Scrum and Organizational Design in practice
"Scrum and Organizational Design in practice" is my contribution to Gunther Verheyen book "97 Things Every Scrum Practitioner Should Know" published by O'Reilly Media and resumes my latest experience as Scrum Practitioner on how to make a company's transformation implicit rather than explicit.
A company that has been around for more than 30 years, with all of its organizational habits and practices, is a much too complex system to change if you look at the whole. We did feel the need of change towards increased agility, however. We did not feel the need, nor did we have the ambition, to try to change the whole system in one large ‘Agile transformation.’ Rather, we decided to make the transformation we aim at implicit. We selected one tangible product and introduced Scrum for its further development and evolution.
Our clear ambitions were two-fold; (1) satisfying the CEO’s objectives of improving Time to Market, Quality and Customer satisfaction for the selected product and (2) revealing what should be improved at organizational level.
After one year of experimentation and discovery, including improving the understanding of Scrum of all people connected to the Product with trainings and workshops, we have found that we have substantially improved the Development Team’s focus. Not only has this led to improved quality and speed, but it has also enhanced cross-learning within the team. An important hurdle we had to take for this was getting the organization to accept that the team works now dedicated on our selected product only.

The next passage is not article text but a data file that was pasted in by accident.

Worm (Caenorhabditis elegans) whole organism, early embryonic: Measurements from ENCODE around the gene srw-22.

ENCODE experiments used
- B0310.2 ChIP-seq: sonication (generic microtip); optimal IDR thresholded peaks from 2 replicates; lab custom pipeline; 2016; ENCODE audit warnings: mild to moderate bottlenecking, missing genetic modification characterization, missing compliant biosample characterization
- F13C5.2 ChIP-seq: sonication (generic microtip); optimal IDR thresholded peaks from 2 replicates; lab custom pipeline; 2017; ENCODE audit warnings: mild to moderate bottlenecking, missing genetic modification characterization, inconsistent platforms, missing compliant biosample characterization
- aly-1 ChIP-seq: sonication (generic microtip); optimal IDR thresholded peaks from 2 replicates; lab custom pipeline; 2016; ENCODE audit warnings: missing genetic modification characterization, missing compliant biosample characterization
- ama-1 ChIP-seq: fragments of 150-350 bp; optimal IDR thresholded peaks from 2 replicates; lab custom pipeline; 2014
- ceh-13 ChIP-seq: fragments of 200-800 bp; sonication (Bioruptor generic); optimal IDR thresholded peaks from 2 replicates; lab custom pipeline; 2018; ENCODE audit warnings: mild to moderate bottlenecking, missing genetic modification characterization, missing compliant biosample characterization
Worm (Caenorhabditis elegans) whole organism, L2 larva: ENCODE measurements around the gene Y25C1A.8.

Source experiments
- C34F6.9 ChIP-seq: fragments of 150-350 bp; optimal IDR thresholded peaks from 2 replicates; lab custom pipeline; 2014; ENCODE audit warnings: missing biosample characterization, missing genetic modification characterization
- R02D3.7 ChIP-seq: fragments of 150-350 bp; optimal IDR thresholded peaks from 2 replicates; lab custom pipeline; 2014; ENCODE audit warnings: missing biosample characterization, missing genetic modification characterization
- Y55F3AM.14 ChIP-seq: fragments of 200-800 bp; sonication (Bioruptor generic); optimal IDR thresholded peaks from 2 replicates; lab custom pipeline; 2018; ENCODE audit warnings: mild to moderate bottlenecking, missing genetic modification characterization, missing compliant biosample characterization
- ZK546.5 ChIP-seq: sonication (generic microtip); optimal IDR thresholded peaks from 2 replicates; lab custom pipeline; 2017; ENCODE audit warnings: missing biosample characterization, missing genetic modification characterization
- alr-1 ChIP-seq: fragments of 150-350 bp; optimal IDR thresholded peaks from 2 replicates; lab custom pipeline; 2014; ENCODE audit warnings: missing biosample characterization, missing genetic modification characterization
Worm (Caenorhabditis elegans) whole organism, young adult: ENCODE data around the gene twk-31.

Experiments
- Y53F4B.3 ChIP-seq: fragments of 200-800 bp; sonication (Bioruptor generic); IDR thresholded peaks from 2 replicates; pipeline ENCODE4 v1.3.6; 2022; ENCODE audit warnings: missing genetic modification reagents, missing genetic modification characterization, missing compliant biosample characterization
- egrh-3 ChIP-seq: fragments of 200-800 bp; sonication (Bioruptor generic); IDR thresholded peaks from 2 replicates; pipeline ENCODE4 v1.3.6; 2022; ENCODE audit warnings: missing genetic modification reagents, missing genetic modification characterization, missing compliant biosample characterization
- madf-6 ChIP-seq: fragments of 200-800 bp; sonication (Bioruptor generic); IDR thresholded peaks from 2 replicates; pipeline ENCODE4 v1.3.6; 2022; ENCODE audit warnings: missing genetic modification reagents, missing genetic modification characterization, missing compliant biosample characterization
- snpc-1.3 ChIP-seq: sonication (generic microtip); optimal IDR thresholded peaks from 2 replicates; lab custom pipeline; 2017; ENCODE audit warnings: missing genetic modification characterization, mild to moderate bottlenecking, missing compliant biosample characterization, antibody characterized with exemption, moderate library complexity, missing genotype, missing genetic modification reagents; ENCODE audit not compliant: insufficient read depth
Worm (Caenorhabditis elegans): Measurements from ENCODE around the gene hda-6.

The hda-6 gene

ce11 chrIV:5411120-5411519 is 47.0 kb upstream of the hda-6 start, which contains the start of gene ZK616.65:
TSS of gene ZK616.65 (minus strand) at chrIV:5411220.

With regards to our second ambition, we have revealed important organizational impediments to Scrum. We are working hard to raising them to and generating awareness with the Board Members. Collaboration between Business and Engineering is certainly an important improvement area. Product ownership is fragmented among too many people, affecting vision and direction. Management decisions can be slow. Employees are spread too thin limiting their capacity to perform and learn from deep experiments. This is caused and worsened by the compliancy pressure on employees; their ‘success’ is measured on how they respect of internal processes instead, rather than metrics like customer satisfaction.
Our many experimentations wouldn’t have been possible without all the people seeing the value of Scrum and relentlessly contributing in many ways to our company journey towards more agility. We know the journey will be long. We are gratified over every little improvement we make.
The support and help, often politically, of one of the board members has proven crucial however. It is extremely helpful to have a promotor on your side who knows the organization inside-out, is able to open doors for us and is willing to try different approaches to help remove Impediments. It has been one of the success factors that permitted to raise the bar of experimentation at different organizational levels.
I feel we are the living evidence that introducing Scrum is not possible without impacting the organization, although Scrum has no rules on how an organization should look like.
I am curious to find out what is happening in your organization:
- What’s been the biggest impact of Scrum on your organization?
- Is there something you’re doing today that could be improved with Scrum?
- What do you think Scrum couldn’t help to achieve that you were expecting to?
If you want to explore further this book's chapter, I recently wrote a case study, published by scrum.org, "A world-leading company in secure communications uses Scrum to restore its competitive advantage" that dive deep into the experience and associated retrospectives.